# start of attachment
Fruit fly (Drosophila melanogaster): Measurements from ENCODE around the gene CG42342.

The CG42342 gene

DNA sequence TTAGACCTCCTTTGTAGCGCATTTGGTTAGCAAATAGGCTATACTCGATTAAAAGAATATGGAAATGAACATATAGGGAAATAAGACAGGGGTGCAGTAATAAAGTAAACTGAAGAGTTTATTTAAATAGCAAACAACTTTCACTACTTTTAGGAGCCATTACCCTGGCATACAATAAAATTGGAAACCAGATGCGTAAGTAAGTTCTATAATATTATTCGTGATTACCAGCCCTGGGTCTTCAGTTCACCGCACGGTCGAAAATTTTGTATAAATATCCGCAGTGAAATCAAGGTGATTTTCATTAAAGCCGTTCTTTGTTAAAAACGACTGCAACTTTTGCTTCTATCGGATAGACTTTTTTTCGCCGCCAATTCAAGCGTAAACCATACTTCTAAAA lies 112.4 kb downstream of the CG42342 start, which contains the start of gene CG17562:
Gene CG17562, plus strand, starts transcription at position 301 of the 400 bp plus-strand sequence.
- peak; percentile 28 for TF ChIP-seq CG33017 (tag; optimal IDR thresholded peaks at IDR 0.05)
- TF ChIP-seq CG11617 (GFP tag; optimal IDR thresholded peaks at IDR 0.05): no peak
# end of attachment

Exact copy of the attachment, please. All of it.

Fruit fly (Drosophila melanogaster): Measurements from ENCODE around the gene CG42342.

The CG42342 gene

DNA sequence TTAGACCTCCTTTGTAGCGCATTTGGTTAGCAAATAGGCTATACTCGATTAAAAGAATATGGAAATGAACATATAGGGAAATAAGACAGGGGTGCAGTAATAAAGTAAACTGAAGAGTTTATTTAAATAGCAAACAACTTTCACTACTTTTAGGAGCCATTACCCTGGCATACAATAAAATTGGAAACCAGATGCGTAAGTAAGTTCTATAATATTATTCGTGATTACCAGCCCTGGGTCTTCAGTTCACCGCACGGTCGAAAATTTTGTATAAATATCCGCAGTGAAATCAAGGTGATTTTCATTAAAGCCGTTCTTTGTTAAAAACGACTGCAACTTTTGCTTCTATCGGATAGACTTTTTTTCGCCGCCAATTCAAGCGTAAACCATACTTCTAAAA lies 112.4 kb downstream of the CG42342 start, which contains the start of gene CG17562:
Gene CG17562, plus strand, starts transcription at position 301 of the 400 bp plus-strand sequence.
- peak; percentile 28 for TF ChIP-seq CG33017 (tag; optimal IDR thresholded peaks at IDR 0.05)
- TF ChIP-seq CG11617 (GFP tag; optimal IDR thresholded peaks at IDR 0.05): no peak